giant H II region
nahiye-ye H II-ye qulpeykar
Fr.: région H II géante
An → H II region emitting at least 1050 → Lyman continuum photons per second, or about 10 times → Orion nebula. Such an H II region should be powered by at least one O3V star or by at least a dozen → O-type and tens → B-type stars. Our nearest giant H II region is → NGC 3603. Some other Galactic giant H II regions are: → Lagoon Nebula, M17, W31, W51A, and NGC 3576.
giant magnetoresistance (GMR)
meqnât-istâdegi-ye kalân, istâdegi-ye meqnâtisi-ye ~
Fr.: magnétorésistance géante
A quantum mechanical phenomenon where the resistance of certain materials drops dramatically upon application of a magnetic field in certain structures composed of alternating layers of magnetic and nonmagnetic metals. The basis of the GMR is the dependence of the electrical resistivity of electrons in a magnetic metal on the direction of the electron spin, either parallel or anti-parallel to the magnetic moment of the layers. The 2007 Nobel Prize in physics was awarded to the French physicist Albert Fert (1938-) and German physicist Peter Grünberg (1939-) for the discovery of GMR.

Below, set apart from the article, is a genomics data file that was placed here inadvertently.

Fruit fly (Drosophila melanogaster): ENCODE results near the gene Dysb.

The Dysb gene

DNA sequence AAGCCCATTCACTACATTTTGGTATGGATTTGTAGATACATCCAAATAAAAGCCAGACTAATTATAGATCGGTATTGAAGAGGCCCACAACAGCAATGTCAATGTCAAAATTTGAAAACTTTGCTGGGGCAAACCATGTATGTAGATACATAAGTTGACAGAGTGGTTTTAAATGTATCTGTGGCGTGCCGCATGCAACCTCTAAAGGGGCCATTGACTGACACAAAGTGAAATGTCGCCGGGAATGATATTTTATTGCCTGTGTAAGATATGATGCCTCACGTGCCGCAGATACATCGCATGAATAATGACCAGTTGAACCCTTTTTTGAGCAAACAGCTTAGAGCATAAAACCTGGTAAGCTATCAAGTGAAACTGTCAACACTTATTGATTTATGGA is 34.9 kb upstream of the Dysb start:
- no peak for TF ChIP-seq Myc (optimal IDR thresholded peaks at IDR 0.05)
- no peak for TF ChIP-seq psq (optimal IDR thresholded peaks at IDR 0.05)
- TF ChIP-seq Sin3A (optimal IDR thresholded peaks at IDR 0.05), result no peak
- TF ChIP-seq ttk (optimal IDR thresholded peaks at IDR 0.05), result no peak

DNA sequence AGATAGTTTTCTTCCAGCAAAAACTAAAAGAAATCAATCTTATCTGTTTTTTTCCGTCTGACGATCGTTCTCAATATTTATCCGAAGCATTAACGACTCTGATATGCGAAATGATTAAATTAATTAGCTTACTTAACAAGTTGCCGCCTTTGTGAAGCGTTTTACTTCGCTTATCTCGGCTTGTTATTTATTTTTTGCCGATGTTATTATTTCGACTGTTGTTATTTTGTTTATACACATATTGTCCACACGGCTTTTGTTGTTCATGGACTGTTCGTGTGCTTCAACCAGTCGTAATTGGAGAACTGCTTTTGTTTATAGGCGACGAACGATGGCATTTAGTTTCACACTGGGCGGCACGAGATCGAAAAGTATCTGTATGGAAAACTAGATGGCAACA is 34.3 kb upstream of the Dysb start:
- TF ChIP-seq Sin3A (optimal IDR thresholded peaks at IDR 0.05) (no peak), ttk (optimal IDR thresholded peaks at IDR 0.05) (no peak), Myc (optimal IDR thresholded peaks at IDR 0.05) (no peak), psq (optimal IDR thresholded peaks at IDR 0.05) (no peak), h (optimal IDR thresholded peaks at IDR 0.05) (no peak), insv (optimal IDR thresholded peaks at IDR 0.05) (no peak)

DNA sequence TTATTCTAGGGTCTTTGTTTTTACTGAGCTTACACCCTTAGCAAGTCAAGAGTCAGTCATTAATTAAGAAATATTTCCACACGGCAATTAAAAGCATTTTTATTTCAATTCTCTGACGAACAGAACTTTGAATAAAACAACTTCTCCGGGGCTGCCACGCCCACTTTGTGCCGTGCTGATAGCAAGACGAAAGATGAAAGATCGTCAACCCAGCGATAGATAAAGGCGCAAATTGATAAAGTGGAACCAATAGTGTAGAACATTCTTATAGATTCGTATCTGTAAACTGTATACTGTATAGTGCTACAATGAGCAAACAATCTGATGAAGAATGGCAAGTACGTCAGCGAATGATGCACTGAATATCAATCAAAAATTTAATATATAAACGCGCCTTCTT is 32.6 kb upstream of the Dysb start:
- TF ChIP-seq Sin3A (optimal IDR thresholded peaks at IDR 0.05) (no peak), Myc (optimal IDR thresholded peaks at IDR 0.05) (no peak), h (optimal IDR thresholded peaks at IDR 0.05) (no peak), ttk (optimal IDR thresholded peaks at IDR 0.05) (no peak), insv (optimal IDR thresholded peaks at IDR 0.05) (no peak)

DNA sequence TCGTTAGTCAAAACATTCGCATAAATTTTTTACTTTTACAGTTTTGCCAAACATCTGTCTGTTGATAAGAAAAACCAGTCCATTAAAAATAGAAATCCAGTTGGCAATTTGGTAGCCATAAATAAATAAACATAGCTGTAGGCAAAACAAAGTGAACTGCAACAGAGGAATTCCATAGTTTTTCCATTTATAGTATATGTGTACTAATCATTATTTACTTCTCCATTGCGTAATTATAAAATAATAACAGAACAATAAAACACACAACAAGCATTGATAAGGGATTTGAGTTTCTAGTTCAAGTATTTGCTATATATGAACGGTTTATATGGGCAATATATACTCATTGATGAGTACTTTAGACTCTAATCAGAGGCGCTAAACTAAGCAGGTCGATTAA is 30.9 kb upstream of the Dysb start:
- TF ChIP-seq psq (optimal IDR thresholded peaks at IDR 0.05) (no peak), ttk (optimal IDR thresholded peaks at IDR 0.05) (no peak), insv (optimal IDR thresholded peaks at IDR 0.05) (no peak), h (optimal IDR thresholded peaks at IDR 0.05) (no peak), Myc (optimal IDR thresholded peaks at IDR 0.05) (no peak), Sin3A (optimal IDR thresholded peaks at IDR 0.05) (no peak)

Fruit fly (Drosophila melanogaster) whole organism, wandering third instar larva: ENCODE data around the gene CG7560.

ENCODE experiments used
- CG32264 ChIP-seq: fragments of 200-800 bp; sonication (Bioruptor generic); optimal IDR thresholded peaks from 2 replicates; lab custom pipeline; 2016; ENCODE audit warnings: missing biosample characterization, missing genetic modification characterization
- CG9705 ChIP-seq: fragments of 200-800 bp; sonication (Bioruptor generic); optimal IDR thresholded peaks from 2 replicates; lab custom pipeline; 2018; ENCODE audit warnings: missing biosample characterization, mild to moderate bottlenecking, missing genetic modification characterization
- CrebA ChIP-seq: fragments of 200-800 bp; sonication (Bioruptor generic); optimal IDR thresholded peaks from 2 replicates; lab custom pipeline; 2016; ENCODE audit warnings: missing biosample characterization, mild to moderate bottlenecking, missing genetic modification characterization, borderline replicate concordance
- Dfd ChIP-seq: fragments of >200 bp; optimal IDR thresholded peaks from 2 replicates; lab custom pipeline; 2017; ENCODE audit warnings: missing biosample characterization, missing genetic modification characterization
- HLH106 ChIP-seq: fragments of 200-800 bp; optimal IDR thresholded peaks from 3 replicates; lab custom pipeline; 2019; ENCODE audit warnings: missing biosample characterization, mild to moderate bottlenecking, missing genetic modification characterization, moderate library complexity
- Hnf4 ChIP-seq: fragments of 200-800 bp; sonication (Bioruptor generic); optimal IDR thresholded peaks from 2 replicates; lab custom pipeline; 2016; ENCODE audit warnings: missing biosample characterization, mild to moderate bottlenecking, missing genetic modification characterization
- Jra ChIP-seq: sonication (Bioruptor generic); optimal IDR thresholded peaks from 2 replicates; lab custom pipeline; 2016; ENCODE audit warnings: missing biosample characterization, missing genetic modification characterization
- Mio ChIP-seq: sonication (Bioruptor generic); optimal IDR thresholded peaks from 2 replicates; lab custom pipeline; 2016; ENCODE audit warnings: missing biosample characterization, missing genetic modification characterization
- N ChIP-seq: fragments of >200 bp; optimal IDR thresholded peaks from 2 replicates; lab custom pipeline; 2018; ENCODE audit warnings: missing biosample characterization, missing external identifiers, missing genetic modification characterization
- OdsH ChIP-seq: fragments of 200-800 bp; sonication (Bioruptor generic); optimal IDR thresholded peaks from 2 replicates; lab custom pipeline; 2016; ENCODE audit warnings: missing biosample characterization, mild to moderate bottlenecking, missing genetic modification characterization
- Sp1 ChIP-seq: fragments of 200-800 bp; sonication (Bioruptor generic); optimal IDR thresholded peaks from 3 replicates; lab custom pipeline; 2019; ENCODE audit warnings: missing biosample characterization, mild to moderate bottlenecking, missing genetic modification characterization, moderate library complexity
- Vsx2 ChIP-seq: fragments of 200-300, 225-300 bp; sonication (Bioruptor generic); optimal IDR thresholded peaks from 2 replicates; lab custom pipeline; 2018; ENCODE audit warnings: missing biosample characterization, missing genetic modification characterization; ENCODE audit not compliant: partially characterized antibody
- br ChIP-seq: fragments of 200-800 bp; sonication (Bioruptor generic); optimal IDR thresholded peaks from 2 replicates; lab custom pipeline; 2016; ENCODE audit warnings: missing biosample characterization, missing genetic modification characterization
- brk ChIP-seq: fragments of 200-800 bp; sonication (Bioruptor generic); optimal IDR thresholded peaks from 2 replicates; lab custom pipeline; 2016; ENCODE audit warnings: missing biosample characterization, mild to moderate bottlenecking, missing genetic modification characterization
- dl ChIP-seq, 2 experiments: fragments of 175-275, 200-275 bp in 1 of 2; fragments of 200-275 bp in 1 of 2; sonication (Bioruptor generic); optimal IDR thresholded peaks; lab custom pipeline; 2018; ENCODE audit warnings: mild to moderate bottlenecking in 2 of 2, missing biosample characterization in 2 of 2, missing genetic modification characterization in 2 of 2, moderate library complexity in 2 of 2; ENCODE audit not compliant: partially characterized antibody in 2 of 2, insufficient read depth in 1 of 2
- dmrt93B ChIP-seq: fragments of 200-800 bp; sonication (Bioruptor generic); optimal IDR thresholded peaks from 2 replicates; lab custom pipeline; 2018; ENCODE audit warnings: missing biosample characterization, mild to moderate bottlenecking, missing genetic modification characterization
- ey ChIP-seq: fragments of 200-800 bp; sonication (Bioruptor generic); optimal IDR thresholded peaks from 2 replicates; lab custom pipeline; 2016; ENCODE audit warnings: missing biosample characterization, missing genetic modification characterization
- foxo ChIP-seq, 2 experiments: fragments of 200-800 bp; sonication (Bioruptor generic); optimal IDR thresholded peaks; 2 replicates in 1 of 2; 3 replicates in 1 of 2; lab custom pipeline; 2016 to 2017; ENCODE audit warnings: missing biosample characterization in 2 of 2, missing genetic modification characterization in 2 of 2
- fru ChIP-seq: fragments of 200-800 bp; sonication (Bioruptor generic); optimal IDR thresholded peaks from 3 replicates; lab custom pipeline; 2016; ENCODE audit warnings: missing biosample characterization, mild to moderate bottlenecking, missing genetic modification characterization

giant molecular cloud (GMC)
abr-e molekuli-ye qulpeykar (#)
Fr.: nuage moléculaire géant
A massive complex of → interstellar gas and → dust, consisting mostly of → molecular hydrogen, that typically stretches over 150 light-years and contains several hundred thousand → solar masses. Giant molecular clouds are the principal sites of star formation. → molecular cloud.
sayyâre-ye qulpeykar (#)
Fr.: planète géante
setâre-ye qulpeykar (#)
Fr.: étoile géante
kuž, kužmâh (#)
An adjective applied to the phase of the Moon (or a planet) when it is more than half full, but less than entirely full.
From L.L. gibbous "hunchbacked," from L. gibbus "hump, hunch;" cf. Mod.Pers. kaž "crooked, bent, being aside;" Skt. kubja- "hump-backed, crooked;" Pali kujja- "bent;" Lith. kupra "hump."
Kuž "humped," Mid.Pers. kôf "hill, mountain; hump" (Mod.Pers. kuh, "mountain"), kôfik "humpbacked," O.Pers. kaufa-, Av. kaofa- "mountain;" mâh, → moon.
Gibbs canonical distribution
vâbâžeš-e hanjârvâr-e Gibbs
Fr.: distribution canonique de Gibbs
The probability distribution of the various possible states of a certain → quasi-closed subsystem.